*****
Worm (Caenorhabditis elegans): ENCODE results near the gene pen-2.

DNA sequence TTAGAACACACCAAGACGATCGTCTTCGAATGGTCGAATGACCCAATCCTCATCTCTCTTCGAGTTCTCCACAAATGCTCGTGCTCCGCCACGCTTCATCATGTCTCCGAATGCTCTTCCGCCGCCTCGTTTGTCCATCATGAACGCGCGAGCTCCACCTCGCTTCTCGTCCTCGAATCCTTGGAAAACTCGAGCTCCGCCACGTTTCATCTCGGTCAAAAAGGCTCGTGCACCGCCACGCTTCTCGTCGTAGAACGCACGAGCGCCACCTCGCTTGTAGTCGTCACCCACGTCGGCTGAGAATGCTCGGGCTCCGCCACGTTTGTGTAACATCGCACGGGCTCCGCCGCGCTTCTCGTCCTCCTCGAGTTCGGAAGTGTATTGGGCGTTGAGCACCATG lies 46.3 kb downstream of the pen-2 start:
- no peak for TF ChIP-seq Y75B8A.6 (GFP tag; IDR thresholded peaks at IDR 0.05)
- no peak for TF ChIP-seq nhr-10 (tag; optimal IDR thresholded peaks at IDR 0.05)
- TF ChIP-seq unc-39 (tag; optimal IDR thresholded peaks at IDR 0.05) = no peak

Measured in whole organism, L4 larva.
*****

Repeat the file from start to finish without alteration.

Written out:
Worm (Caenorhabditis elegans): ENCODE results near the gene pen-2.

DNA sequence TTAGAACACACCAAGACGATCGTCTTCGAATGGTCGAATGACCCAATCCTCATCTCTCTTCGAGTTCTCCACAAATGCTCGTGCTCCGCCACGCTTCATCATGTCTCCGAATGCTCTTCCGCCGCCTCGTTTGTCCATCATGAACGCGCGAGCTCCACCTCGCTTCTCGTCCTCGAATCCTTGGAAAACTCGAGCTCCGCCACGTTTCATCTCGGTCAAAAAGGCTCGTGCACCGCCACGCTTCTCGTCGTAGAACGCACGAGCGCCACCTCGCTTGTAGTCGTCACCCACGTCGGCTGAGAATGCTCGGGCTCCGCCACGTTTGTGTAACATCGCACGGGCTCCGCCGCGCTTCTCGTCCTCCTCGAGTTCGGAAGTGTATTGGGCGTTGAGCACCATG lies 46.3 kb downstream of the pen-2 start:
- no peak for TF ChIP-seq Y75B8A.6 (GFP tag; IDR thresholded peaks at IDR 0.05)
- no peak for TF ChIP-seq nhr-10 (tag; optimal IDR thresholded peaks at IDR 0.05)
- TF ChIP-seq unc-39 (tag; optimal IDR thresholded peaks at IDR 0.05) = no peak

Measured in whole organism, L4 larva.